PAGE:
It’s a win-win for the Lakers. They get their PG, they can still get a SF and Kobe is happy! All will once again be as it should in Los Angeles, with the Lakers, not the Clippers, running the city.
Deron Williams to Boston for Rajon Rondo and Jermaine O’Neil
Danny Ainge has said that he will only trade Rondo if he gets a star in return. Well, I’ll do you one better, Danny. How about a star PG in return? Again, I am confident D-Will would be willing to re-sign with a storied franchise such as the Boston Celtics, plus they’ll have the cap room—thanks to the expiring deals of Ray Allen and Kevin Garnett—as well as the required allure to bring in the necessary piece or pieces to build around D-Will.
Why New Jersey Makes the Trade
1. Again, the Nets really have their hands tied. They can either trade Williams or risk losing him for nothing this summer, so why not make the smart move and trade him for an equal, or perhaps better (depends who you ask and when you ask them), PG in Rondo.
2. As I’m sure you’ve all heard many times, Rondo is by far the more cost effective option. He’ll give you pretty much exactly what you got from Williams in terms of production and PER but for a far more affordable price. Rondo will make $11 million, $12 million and $13 million over the next three years, respectively. Williams, on the other hand, made $17 million this year and will command a max contract should New Jersey try to re-sign him this summer.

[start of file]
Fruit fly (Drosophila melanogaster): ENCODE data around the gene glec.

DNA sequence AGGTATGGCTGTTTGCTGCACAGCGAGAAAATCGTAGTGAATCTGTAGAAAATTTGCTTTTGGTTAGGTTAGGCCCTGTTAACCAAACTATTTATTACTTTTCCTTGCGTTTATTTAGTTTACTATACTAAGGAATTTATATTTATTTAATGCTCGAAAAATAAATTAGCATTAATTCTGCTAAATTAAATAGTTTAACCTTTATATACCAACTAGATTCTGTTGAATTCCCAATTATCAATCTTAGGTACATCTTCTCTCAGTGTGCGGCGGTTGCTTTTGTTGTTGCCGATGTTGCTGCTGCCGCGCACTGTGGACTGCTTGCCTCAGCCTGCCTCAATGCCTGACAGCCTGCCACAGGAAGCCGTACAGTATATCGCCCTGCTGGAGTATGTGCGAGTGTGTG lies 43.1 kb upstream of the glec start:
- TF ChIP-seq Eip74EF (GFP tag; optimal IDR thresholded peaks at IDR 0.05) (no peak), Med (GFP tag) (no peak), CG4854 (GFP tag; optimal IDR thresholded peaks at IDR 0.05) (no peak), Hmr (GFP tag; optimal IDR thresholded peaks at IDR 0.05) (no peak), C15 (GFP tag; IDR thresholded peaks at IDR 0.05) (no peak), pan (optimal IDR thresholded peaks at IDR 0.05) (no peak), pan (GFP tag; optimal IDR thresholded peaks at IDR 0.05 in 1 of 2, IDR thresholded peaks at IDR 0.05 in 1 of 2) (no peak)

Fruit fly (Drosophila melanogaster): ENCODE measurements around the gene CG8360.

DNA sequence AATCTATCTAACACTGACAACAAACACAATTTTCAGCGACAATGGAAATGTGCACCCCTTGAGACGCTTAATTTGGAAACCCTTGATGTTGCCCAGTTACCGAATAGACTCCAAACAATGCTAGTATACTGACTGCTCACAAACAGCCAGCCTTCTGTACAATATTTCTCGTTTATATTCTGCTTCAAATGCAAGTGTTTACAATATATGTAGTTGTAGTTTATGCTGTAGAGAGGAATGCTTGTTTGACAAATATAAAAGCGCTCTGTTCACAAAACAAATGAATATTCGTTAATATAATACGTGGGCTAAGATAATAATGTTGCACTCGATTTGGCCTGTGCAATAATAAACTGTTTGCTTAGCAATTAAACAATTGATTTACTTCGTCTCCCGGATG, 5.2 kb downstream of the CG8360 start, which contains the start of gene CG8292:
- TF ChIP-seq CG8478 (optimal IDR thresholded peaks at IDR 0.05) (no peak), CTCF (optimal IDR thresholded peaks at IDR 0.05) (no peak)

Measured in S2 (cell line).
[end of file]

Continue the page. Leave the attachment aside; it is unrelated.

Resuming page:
3. O’Neil is an expiring contract, giving them an extra $6 million in cap room come free agency—in addition to the $10 million they’ll already be saving with the expiring contract of Mehmet Okur.
To sum it all up
In the long run, the team is better off, thanks to this trade, not only financially but talent- and security-wise. Rondo would be back next season for sure, Williams would most likely not. Combine Rondo with the young talent the Nets already have in Marshon Brooks, Brook Lopez (assuming they re-sign him) and their lottery pick in this year’s draft and the Nets will not only make the playoffs their first year in Brooklyn, but if they play their cards right in free agency and in the trade department they could also be championship contenders very soon.
If Howard opts in with the Magic, should the Nets trade Deron Williams before the deadline?
Why Boston makes the trade
1. It is clear the Celtics are not satisfied with Rondo as their PG, otherwise we would have never seen his name come up in the rumor mill. This is as a good deal as any they’re going to get, and when you consider the importance of having a star PG in today’s NBA this deal becomes even more of a no-brainer.
2. Although Williams will cost them more, they will get the same level of production at PG. Combine that with the expiring contracts of Ray Allen and Kevin Garnett, and the Celtics shouldn’t have a problem building around Williams.
If Howard stays with the Magic, the New Jersey Nets will be in a tough spot with Williams. That being said, it doesn’t mean they shouldn’t make the best of it, or as I demonstrated, improve their team by capitalizing on the opportunities that will present themselves. Howard could very well make the Nets a better team in the long run without ever putting on a Nets Jersey.